Jessica Giovanelli

Special Counsel
Practice areas
International trade
Dispute resolution
Government
Public and administrative law
Competition and regulatory
Agribusiness and viticulture
Export controls and sanctions
Languages spoken
English, French

Jessica Giovanelli is a special counsel at Moulis Legal.

Moulis Legal clients benefit from Jessica’s ability to navigate and advise on the complex intersection of law, public policy and cross-border investment in a global context, and to develop strategy and overcome challenges in understanding and meeting their trade and investment rights and obligations.

Jessica is an expert in international and Australian trade and investment law and policy including dispute settlement, treaty negotiations, sanctions, investment, modern slavery and international intellectual property law. Jessica is well-connected and well-known internationally having worked in the Rules Division of the World Trade Organization in Geneva, in the Office of International Law at the Australian Attorney-General’s Department and in Australia’s Department of Foreign Affairs and Trade.

Jessica has extensive experience and expertise in subsidies and anti-dumping rules, as well as environmental and health and safety regulations that affect trade. She has specific expertise in legal issues and barriers affecting trade in services, and the trade rules involving the movement of natural persons. She is experienced in advising on complex trade and investment issues affecting a broad range of industries, notably with respect to the aviation industry and primary industries such as the agribusiness and mining and resources sectors. She is also well-versed in the legal implications of government involvement in manufacturing supply chains.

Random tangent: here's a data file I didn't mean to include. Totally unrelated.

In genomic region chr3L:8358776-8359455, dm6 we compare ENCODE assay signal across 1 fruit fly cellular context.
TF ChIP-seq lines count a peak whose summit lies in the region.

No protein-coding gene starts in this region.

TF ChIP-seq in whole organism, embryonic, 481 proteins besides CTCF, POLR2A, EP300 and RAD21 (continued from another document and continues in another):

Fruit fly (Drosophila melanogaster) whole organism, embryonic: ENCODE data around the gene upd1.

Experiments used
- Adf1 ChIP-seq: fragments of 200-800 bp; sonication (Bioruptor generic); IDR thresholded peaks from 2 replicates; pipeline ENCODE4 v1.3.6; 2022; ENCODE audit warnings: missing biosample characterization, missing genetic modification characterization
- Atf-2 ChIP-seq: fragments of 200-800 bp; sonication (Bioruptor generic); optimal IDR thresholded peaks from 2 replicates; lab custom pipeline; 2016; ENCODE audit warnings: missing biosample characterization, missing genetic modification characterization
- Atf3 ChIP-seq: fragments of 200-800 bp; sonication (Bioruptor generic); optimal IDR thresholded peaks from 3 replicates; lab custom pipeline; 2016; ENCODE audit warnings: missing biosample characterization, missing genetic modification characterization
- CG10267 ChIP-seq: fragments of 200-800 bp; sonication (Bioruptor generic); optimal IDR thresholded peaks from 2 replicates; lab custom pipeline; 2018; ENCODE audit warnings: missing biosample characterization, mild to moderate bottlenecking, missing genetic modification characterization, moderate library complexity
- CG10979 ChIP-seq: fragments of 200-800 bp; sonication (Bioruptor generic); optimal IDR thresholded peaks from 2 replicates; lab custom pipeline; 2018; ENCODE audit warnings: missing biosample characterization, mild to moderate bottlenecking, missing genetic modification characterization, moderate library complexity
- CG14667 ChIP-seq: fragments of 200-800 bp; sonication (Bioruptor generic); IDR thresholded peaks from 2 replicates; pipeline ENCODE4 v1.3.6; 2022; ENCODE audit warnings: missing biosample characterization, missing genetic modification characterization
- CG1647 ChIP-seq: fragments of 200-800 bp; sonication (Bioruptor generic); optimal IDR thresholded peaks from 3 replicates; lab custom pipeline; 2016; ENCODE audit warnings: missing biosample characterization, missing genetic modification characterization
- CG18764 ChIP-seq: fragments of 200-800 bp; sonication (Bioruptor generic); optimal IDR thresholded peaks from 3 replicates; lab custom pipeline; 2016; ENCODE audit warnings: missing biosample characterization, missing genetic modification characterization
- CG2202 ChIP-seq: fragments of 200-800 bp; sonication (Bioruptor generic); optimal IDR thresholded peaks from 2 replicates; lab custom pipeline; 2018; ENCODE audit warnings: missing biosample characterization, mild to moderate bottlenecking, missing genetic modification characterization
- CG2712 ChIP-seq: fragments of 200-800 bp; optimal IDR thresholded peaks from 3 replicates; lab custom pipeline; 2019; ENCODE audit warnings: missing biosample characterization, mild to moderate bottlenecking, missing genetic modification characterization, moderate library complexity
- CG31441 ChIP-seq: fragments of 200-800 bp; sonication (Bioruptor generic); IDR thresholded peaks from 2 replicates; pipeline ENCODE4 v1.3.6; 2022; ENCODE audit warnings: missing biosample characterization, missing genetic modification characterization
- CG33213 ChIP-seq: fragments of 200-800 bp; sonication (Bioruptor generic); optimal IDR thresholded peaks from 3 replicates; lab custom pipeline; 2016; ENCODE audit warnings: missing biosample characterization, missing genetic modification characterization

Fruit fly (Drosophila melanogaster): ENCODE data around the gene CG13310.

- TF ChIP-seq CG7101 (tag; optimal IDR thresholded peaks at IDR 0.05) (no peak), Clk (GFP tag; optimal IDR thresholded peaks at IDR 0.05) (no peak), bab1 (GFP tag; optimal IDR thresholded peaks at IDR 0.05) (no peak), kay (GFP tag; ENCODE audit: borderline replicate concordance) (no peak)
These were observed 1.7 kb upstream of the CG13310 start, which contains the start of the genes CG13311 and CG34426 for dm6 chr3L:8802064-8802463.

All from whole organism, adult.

Jessica is fluent in French and has lived and studied in Canberra, Paris, New York, London, and Geneva.

Jessica holds a Bachelor of Arts in International Relations and Bachelor of Laws, with Honours, from the Australian National University, a Graduate Diploma in Legal Practice from ANU, a Diplôme (mention bien) from the Institut d’Études Politiques de Paris (Sciences Po), and a Master in Law (with Merit) from the London School of Economics.

Knowledge pieces by Jessica Giovanelli
Moulis Legal is Australia's contributor to Chambers Global Practice Guides 2024 | International Trade

This commentary on the international and cross border regulations that affect inbound and outbound Australian trade is required reading for in-house counsel and other company officers who need to know about the relevant regulatory authorities, cross-border compliance, accompanying legal risk, and more.

Moulis Legal in Chambers and Partners’ recently launched Asia-Pacific 2024 Guide

Moulis Legal’s International Trade team astutely looks at the Comprehensive and Progressive Agreement for Trans-Pacific Partnership (CPTPP).

Australia’s “green tariff” on carbon – a new “dumping” ground?

To mark the beginning of EU CBAM, as well as Climate Change Minister Chris Bowen’s yearlong review of policy options to address carbon leakage and trade displacement, over the next weeks Moulis Legal’s international trade team will explore 7 considerations and potential effects that a carbon border adjustment mechanism may have on Australia’s industries, exporters and importers.

Australia’s carbon border tax adjustment race starts… now

In the newly opened review into whether to introduce an Australian Climate Border Adjustment Mechanism, Australian and global business will likely argue for new rules and processes to ensure any new mechanism operates fairly to achieve genuine climate goals, rather than as a tool for protectionism.

Will the EU-NZ trade tie-up feta Australia’s deal?

The release of the New Zealand-European Union Free Trade Agreement (“EU–NZ FTA”), signed on 9 July, reveals the deal struck for sensitive “geographical indications” (“GIs”) between the two parties. It puts pressure on Australian negotiators, embroiled in finalising an Australia–EU FTA and updating the Australia–EU Wine Agreement, concerning the terms on which the Australian companies will still be able to use European GIs… if at all.

Modern slavery and the supply chain – from reporting on risks to destroying affected products

Companies in Australia with over A$100m in annual revenue are obliged by law to report on the risk of forced labour in their international supply chains.

Australia’s national insecurity on hi-tech minerals investment

The Australian Government is reportedly considering ways to limit foreign investment in critical minerals on the grounds of national security.